Aspen wands are favored by those who aspire to be top duelers. In fact, a secretive 18th century dueling club called itself the Silver Spears because they exclusively used aspen wands. Other good wands for duelling include red oak and rowan. Yew wands are feared in duels for their association with curses and evil magic (Pm).
Winners of Duelling competitions include
Alberta Toothill: Winner of the All-England Wizarding Duelling Competition of 1430. Famously overcame the favorite, Samson Wiblin, with a Blasting Charm (FW).
Elizabeth Smudgling, who won the title of Supreme Dueller in a famous Dartmoor contest in 1379 using a spell of her own invention, the Disarming Charm (BoS).
The spelling varies between editions. The British versions use the term 'duelling' while the US editions use 'dueling."
When Harry duels Voldemort in the graveyard, the entire sequence foreshadows their final duel to the death years later:
'"You have been taught how to duel. Harry Potter?" said Voldemort softly, his red eyes glinting through the darkness.
'At these words Harry remembered, as though from a former life, the dueling club at Hogwarts he had attended briefly two years ago. ... All he had learned there was the Disarming Spell, "Expelliarmus". . . and what use would it be to deprive Voldemort of his wand, even if he could, when he was surrounded by Death Eaters, outnumbered by at least thirty to one?' (GF34)
How interesting that Expeilliarmus would be the the spell he WOULD use to defeat Voldemort six years later.
Note the use of colors in the final duel, red, green, and gold:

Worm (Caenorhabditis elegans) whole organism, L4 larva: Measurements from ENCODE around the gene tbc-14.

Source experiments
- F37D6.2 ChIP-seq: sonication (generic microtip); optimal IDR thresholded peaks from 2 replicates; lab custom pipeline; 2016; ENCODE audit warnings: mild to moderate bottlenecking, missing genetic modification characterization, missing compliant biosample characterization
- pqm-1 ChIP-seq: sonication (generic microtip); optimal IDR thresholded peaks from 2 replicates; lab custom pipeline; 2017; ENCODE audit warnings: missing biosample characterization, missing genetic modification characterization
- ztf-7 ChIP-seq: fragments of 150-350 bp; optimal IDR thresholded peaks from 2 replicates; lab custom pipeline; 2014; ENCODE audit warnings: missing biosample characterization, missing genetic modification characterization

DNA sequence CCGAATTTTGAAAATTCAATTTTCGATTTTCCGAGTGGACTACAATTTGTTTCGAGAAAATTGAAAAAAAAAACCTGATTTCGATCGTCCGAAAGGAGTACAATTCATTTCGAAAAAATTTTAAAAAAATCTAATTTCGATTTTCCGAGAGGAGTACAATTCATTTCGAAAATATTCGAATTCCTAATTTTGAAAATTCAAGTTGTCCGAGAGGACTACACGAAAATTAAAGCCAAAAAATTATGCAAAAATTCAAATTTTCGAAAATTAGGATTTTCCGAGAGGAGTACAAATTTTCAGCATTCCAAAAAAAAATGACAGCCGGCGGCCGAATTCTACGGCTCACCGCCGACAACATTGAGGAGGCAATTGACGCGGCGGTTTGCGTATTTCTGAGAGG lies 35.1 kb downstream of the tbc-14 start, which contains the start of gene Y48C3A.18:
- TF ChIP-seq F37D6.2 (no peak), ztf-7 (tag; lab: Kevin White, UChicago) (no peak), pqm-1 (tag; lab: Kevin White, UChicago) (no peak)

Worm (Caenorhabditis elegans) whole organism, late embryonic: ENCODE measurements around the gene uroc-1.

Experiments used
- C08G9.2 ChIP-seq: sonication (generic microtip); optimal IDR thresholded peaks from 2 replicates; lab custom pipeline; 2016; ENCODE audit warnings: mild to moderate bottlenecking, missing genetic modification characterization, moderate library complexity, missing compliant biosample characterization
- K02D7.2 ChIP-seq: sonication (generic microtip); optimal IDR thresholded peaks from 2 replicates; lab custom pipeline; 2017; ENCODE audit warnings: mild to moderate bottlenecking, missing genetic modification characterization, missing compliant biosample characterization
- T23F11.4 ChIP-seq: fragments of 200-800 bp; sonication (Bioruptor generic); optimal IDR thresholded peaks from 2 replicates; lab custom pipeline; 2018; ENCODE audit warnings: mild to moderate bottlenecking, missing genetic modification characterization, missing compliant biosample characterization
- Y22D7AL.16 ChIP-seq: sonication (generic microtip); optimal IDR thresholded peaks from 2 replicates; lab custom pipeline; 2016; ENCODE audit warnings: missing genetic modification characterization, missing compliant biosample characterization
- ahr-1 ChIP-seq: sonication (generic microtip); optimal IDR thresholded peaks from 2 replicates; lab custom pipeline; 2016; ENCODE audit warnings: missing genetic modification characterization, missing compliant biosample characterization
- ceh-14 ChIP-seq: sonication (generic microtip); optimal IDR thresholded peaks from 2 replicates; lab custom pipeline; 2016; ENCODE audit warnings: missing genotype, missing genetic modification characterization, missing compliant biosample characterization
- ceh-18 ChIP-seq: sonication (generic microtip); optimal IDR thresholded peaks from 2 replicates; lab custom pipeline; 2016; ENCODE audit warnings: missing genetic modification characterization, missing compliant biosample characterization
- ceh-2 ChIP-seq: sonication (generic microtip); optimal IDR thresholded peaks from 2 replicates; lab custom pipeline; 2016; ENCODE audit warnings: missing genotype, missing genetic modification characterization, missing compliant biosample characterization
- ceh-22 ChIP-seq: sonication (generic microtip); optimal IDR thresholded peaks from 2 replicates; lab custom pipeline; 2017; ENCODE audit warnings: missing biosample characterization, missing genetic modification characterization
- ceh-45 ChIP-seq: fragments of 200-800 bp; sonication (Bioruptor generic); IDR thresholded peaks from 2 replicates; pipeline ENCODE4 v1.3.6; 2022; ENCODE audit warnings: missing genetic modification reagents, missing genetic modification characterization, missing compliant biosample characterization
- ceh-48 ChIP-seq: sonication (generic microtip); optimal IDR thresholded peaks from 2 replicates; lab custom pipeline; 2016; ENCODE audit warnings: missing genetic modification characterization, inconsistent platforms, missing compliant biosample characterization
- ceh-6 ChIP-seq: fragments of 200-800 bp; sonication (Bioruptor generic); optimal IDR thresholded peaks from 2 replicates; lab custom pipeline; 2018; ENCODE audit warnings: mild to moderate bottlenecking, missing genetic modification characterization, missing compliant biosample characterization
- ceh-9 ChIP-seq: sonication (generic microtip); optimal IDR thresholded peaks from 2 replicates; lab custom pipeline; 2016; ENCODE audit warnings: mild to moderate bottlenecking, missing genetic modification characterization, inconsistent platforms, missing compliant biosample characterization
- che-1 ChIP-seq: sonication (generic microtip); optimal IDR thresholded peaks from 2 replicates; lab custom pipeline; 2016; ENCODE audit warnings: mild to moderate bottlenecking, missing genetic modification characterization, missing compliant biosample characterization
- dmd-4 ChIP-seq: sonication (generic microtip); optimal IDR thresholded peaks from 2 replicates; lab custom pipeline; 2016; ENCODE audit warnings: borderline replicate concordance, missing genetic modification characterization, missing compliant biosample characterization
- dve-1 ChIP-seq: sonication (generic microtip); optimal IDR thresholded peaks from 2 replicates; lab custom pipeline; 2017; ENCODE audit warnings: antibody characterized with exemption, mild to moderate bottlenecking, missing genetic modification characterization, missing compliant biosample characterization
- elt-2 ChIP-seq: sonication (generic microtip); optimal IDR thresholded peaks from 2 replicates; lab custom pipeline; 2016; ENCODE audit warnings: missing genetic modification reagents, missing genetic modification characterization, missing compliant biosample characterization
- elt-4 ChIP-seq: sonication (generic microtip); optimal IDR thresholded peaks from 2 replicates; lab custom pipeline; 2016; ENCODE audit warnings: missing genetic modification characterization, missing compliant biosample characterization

“You won’t be killing anyone else tonight,” said Harry as they circled, and stared into each other’s eyes, green into red. (DH36)
Harry's eyes are Slytherin green. Voldemort's eyes are Gryffindor red. Stunning spells are Gryffindor red. Killing curses are Slytherin green. When Harry and Voldemore's spells meet, the result is golden flames. And in the end, Voldemort, now called Tom Riddle again, is simply white.
A red-gold glow burst suddenly across the enchanted sky above them as an edge of dazzling sun appeared over the sill of the nearest window. The light hit both of their faces at the same time, so that Voldemort’s was suddenly a flaming blur. Harry heard the high voice shriek as he too yelled his best hope to the heavens, pointing Draco’s wand:
The bang was like a cannon blast, and the golden flames that erupted between them, at the dead center of the circle they had been treading, marked the point where the spells collided. Harry saw Voldemort’s green jet meet his own spell, saw the Elder Wand fly high, dark against the sunrise, spinning across the enchanted ceiling like the head of Nagini, spinning through the air toward the master it would not kill, who had come to take full possession of it at last. And Harry, with the unerring skill of a Seeker, caught the wand in his free hand as Voldemort fell backward, arms splayed, the slit pupils of the scarlet eyes rolling upward. Tom Riddle hit the floor with a mundane finality, his body feeble and shrunken, the white hands empty, the snakelike face vacant and unknowing. Voldemort was dead, killed by his own rebounding curse, and Harry stood with two wands in his hands, staring down at his enemy’s shell.
No matter how many times I've read that passage, I still get goosebumps.